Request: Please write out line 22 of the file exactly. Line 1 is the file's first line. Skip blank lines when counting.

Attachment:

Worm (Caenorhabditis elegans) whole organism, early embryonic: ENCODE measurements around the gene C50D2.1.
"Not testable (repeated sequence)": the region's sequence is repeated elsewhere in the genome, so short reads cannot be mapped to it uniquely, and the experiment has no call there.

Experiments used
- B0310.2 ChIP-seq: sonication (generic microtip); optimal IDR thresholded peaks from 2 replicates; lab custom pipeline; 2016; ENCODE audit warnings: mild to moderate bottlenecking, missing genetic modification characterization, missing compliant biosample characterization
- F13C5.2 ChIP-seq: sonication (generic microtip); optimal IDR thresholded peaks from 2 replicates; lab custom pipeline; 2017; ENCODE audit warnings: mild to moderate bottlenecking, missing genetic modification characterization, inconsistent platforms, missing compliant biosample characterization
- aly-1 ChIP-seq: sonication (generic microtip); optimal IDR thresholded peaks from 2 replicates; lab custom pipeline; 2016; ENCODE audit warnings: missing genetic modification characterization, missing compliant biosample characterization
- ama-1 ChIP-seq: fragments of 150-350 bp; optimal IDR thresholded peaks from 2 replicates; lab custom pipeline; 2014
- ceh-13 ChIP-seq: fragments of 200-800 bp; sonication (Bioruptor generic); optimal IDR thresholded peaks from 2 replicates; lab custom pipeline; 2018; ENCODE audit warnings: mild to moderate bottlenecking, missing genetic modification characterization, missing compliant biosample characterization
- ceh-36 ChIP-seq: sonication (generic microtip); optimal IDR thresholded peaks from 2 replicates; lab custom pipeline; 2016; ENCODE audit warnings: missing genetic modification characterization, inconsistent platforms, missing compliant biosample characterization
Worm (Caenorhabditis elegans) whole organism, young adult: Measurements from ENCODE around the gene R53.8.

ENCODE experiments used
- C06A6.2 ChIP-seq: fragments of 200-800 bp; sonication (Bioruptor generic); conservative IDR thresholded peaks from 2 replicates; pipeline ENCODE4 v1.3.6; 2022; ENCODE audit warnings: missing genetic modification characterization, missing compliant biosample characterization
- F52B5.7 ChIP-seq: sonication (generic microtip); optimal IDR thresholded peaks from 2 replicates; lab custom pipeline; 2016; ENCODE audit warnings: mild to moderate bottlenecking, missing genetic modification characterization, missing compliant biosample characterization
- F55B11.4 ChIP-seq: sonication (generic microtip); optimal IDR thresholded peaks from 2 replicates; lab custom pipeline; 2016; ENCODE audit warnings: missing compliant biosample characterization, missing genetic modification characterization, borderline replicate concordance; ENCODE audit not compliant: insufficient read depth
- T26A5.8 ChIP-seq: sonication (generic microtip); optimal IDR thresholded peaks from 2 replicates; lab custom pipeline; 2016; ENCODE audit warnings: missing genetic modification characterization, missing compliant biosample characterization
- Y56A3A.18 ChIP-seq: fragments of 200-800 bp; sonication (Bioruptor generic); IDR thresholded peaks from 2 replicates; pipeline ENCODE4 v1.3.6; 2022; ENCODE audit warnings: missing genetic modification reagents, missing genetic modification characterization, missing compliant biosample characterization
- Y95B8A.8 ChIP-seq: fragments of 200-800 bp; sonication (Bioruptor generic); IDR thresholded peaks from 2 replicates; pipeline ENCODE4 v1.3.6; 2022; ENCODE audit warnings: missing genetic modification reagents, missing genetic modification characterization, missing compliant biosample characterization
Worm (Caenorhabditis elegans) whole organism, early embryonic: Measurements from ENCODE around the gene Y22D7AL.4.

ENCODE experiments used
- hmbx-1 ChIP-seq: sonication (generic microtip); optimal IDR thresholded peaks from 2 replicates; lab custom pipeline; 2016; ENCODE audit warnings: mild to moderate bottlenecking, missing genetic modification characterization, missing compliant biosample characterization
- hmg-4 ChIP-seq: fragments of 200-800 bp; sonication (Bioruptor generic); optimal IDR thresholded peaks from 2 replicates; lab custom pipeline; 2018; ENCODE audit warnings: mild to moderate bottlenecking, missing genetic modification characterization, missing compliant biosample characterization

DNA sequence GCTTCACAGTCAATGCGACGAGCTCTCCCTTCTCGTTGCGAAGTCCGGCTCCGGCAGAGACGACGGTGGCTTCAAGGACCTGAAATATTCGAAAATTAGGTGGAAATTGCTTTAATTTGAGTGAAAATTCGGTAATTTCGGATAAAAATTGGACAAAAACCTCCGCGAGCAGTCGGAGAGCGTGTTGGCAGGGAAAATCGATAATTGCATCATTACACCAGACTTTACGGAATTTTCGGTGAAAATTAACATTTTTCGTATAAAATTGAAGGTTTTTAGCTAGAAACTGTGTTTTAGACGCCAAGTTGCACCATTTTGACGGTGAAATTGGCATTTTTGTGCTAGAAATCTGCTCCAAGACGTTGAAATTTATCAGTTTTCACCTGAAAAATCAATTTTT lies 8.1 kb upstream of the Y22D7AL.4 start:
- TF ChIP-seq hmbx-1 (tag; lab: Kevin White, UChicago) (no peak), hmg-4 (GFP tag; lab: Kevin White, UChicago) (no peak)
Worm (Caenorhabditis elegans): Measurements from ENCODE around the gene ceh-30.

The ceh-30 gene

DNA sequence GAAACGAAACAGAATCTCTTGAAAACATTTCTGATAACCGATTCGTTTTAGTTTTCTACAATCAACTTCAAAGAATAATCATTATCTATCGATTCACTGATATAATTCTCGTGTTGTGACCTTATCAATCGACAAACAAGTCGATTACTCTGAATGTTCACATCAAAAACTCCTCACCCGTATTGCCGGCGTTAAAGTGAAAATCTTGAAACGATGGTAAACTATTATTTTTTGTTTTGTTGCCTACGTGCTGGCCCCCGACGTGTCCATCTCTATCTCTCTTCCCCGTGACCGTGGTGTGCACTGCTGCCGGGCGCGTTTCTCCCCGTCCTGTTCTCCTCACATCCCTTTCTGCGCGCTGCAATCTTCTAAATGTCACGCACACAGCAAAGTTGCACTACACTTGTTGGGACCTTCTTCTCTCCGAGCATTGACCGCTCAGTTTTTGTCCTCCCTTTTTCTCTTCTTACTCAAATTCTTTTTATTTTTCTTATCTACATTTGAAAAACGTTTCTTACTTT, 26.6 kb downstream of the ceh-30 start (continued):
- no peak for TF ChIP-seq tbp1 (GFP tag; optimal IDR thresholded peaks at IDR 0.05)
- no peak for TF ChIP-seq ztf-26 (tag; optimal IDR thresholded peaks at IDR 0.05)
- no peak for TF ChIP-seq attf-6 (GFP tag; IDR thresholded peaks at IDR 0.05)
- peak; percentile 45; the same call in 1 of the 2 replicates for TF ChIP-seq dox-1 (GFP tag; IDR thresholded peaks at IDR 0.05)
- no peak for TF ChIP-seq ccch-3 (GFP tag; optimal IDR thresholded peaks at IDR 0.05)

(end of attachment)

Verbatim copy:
DNA sequence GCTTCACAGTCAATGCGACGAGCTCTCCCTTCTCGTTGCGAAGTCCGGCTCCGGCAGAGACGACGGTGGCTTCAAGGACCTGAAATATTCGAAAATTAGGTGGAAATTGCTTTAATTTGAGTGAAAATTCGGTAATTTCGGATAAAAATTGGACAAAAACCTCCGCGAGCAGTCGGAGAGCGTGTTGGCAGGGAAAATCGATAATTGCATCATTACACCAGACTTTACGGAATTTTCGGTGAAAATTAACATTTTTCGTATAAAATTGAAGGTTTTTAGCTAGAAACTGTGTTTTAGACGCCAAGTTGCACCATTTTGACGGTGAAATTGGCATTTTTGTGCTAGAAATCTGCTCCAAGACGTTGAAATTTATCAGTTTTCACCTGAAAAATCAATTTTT lies 8.1 kb upstream of the Y22D7AL.4 start: